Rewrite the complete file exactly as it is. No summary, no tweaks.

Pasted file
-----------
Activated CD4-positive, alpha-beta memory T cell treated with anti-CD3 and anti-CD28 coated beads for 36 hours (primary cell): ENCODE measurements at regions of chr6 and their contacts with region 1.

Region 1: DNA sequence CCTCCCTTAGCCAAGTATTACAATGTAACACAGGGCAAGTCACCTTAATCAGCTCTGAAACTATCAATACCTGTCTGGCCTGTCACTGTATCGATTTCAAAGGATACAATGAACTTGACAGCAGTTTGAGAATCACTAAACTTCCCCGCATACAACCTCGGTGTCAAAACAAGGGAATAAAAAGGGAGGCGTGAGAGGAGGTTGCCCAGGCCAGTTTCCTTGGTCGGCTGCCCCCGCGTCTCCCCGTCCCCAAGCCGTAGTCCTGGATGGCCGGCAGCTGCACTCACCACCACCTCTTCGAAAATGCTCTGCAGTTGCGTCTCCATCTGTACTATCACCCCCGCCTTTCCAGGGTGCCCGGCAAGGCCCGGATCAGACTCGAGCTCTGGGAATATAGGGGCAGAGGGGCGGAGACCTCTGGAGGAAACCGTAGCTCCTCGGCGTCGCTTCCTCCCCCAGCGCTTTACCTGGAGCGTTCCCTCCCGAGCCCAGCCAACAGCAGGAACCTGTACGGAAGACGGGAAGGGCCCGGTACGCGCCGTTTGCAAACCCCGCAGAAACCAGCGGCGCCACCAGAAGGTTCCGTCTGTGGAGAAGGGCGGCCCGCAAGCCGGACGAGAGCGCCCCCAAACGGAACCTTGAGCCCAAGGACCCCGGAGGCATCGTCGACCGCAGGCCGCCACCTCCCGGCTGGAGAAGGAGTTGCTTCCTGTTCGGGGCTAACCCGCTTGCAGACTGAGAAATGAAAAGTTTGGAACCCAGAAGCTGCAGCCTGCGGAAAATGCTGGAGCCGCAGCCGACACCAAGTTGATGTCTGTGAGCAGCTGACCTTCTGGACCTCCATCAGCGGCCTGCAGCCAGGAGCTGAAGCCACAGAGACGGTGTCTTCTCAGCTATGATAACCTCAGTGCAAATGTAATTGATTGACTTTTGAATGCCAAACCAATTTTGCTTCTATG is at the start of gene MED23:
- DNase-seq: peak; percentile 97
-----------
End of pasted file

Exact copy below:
Activated CD4-positive, alpha-beta memory T cell treated with anti-CD3 and anti-CD28 coated beads for 36 hours (primary cell): ENCODE measurements at regions of chr6 and their contacts with region 1.

Region 1: DNA sequence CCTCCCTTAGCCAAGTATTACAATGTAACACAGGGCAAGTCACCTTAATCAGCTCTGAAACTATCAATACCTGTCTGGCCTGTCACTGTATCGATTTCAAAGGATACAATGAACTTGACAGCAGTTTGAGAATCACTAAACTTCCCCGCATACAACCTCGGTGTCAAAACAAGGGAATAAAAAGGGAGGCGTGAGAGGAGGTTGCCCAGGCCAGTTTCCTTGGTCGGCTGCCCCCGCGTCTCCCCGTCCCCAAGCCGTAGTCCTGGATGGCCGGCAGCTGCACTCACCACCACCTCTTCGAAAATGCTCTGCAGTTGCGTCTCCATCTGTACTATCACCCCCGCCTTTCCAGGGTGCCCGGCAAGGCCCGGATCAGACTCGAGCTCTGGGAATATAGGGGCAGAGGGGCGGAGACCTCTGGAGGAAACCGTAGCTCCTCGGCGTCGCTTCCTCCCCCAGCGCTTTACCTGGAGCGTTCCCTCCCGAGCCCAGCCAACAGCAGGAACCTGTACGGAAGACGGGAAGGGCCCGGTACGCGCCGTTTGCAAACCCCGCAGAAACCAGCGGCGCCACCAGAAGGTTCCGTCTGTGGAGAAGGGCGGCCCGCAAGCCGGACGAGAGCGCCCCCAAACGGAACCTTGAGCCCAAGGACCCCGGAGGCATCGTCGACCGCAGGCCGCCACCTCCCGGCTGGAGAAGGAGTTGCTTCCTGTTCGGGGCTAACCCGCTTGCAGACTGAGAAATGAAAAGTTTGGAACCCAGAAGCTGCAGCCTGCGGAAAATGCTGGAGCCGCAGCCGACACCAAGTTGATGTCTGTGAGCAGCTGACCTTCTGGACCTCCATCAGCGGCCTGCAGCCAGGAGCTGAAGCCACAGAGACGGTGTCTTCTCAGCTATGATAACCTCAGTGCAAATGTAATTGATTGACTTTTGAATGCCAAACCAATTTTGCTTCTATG is at the start of gene MED23:
- DNase-seq: peak; percentile 97